The second in sequence and the lowest-mintage of three proof-only double eagle issues from the decade of the 1880s, the 1884 saw a proof emission of only 71 pieces. The low-mintage double eagle issues of the 1880s – including the proof-only dates, 1883, 1884, and 1887, as well as the low-mintage issues where circulation strikes were made, such as the 571 pieces for 1882 (along with 59 proofs) and the 751 pieces for 1885 (along with 77 proofs) – were the result of intentionally-low double eagle productions on the part of U.S. Treasury officials.
The move was intended to increase the circulation of smaller-denomination gold coins, the eagle and half eagle, among the American populace, and perhaps to try to encourage future gold depositors to order those smaller denominations in preference to the double eagles.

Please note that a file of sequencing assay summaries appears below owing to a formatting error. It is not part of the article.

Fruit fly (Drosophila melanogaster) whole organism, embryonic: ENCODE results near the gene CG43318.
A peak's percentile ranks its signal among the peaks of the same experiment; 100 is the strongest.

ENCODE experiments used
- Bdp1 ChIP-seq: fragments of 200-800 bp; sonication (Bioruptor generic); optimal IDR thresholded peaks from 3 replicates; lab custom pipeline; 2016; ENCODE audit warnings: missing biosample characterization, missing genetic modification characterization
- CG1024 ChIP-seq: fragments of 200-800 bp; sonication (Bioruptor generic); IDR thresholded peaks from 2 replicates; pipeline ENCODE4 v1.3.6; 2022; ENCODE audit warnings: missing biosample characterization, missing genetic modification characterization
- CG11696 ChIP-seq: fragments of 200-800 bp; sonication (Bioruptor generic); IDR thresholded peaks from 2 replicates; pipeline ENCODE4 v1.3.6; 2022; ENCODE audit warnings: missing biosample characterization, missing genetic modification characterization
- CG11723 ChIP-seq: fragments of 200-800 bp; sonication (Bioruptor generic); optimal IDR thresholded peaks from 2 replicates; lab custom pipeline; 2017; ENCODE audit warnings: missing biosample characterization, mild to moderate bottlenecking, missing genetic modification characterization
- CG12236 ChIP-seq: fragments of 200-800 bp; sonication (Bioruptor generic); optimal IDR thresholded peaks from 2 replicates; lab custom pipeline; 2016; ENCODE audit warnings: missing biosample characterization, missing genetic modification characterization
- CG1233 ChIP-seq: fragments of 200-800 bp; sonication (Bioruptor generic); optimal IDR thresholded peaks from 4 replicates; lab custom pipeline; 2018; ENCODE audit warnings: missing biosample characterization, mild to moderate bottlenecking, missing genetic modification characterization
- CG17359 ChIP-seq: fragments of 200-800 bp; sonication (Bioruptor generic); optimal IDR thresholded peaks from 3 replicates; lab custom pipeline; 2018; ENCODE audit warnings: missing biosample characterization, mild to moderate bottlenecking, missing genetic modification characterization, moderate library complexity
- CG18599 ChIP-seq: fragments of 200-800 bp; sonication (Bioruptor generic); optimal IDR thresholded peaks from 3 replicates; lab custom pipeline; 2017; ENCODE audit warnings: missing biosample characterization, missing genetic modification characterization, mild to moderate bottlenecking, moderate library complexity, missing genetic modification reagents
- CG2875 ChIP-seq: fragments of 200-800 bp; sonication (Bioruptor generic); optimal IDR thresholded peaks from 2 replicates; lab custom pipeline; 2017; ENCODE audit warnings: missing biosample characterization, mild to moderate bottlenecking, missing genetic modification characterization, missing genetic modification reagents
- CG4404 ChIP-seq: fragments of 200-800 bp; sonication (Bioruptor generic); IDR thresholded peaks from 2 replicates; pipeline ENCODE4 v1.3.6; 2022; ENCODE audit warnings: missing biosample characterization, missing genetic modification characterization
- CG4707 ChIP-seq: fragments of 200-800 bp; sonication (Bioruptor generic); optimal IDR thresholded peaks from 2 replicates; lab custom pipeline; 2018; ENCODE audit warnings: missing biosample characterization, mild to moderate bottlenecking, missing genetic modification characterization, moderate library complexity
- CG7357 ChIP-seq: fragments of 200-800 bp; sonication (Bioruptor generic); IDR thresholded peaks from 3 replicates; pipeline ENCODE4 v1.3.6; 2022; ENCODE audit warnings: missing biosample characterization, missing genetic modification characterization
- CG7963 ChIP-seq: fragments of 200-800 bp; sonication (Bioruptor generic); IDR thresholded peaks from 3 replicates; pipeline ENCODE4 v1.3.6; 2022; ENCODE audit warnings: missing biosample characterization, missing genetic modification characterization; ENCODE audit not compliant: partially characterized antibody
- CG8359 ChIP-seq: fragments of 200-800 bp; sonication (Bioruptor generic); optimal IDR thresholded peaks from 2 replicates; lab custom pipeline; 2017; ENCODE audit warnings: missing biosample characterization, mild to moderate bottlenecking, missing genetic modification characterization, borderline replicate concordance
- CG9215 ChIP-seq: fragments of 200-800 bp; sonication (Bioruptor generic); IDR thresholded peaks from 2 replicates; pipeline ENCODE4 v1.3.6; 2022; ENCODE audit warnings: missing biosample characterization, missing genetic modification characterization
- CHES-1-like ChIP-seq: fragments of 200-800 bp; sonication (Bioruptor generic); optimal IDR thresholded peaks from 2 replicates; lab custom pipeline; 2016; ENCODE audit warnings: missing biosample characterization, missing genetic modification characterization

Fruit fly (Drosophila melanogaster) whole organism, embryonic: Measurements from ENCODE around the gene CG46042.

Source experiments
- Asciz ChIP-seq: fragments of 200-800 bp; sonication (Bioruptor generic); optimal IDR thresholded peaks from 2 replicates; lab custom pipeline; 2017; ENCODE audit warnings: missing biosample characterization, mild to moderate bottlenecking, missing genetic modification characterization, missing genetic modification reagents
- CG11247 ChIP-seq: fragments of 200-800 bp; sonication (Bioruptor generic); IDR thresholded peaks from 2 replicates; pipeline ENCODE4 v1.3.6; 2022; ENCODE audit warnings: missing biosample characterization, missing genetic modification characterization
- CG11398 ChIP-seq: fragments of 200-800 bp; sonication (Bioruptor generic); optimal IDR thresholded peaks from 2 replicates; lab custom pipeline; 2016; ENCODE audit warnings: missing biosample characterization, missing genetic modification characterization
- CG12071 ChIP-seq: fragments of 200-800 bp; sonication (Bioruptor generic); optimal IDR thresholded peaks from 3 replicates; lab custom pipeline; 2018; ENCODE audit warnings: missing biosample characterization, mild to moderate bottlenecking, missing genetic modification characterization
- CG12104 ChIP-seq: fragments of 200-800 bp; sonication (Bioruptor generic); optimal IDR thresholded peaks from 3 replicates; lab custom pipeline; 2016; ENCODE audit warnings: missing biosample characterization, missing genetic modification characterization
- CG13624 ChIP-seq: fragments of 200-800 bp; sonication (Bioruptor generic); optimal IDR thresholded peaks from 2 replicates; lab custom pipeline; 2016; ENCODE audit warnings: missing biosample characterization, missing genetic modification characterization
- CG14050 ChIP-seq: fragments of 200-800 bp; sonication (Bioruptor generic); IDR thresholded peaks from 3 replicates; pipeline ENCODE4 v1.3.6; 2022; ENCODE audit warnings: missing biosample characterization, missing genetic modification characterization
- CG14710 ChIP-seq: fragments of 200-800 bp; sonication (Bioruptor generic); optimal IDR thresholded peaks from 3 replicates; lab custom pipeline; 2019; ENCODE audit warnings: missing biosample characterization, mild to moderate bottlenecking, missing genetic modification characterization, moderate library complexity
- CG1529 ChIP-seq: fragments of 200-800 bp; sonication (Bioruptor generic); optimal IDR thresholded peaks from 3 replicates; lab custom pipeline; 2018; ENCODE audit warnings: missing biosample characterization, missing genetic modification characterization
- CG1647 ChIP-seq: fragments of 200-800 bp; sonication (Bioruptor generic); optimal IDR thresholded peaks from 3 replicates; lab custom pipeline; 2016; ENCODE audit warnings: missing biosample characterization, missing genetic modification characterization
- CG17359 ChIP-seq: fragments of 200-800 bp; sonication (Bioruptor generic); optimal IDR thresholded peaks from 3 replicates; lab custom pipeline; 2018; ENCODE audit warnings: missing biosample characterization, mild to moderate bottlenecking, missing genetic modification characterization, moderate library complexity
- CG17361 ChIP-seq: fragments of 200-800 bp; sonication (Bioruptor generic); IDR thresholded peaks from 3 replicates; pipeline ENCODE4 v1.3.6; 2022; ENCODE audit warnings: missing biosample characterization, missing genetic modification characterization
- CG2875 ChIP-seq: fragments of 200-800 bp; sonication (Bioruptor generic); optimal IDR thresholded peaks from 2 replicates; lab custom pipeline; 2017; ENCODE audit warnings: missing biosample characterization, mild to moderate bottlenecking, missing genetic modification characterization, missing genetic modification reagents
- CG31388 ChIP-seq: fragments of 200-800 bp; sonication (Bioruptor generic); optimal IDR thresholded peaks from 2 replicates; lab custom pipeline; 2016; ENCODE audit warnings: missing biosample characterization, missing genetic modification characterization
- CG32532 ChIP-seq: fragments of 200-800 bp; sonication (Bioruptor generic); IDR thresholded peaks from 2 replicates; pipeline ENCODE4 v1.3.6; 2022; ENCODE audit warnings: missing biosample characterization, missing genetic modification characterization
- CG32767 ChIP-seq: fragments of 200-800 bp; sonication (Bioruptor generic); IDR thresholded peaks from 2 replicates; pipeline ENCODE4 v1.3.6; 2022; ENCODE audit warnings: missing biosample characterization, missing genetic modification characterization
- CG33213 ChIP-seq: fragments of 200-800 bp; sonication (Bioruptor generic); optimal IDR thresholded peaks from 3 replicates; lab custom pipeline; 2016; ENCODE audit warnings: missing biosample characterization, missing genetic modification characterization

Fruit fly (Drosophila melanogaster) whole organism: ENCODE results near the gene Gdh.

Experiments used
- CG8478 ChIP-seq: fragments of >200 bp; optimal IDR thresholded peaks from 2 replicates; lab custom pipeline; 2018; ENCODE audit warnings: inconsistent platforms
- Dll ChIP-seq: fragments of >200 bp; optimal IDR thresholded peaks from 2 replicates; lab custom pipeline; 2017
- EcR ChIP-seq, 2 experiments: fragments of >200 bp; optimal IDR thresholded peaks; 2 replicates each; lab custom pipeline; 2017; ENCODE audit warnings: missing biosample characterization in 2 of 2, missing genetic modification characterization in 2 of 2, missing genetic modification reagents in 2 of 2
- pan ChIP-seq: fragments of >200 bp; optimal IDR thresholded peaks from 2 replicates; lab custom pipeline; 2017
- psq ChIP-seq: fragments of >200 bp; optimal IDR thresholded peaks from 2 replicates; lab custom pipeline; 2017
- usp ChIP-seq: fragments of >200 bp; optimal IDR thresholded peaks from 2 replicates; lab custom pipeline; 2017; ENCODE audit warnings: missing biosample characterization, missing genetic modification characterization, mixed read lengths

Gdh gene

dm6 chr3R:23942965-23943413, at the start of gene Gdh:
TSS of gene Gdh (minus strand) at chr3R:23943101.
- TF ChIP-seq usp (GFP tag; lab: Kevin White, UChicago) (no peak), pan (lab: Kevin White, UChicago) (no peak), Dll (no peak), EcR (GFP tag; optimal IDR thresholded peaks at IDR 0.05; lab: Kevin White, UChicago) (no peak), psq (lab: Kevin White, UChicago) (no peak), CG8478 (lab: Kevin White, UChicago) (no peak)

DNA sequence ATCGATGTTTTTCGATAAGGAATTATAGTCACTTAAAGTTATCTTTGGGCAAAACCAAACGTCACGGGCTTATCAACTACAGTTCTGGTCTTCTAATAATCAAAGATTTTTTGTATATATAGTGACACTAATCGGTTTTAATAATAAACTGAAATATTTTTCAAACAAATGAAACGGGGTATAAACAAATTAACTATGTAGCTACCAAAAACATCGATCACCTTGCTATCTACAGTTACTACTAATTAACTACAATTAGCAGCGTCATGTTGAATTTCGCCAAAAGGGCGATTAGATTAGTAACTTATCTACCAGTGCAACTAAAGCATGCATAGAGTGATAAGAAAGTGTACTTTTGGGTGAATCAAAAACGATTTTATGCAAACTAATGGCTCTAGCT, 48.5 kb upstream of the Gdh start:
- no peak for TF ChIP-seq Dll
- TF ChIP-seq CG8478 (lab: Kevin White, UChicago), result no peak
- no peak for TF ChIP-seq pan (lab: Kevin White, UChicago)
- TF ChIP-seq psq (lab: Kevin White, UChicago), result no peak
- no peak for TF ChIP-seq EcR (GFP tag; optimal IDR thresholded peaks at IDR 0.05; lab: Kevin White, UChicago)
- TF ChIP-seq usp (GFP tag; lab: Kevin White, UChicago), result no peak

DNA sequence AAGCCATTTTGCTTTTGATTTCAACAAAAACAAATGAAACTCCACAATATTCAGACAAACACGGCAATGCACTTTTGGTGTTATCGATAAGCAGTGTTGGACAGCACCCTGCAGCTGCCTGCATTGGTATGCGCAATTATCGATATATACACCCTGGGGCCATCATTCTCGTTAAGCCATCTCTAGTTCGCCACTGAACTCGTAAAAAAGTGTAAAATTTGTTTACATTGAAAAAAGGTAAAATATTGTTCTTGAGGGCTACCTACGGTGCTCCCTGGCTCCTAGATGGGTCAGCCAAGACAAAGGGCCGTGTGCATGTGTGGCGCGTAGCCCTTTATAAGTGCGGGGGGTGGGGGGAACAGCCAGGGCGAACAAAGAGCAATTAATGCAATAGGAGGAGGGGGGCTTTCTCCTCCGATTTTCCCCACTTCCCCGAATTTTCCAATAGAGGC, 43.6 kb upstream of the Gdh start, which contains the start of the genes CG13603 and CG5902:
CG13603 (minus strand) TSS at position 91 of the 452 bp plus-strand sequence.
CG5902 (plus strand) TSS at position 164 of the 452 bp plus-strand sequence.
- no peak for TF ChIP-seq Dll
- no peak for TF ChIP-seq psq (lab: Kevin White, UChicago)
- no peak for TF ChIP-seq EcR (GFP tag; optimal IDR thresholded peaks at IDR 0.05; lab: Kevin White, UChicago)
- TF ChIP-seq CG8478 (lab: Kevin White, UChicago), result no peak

The production numbers, in any case, are highly misleading. Jeff Garrett and Ron Guth, in the second edition of their Gold Encyclopedia, estimate that only 15 to 20 pieces survive today of the proof-only 1884, or somewhere between 20% to 30% of the original production. This makes the 1884, unsurprisingly, the lowest-survival issue of the three proof-only issues.
Our July 7-10 Summer FUN Signature Auction features a near-Gem Cameo proof, as graded by PCGS. This coin offers prevailing deep orange-red color that contrasts against lighter yellow-orange and scattered areas of dark brownish-orange patina near the rims; overall a piece that possesses excellent eye appeal. Any visible contact marks are infrequent and inconsequential.
As expected, offerings of this date in high grade are seldom seen, but we did handle an example in the same grade and service in our FUN Signature auction in 2014, which realized US$164,500.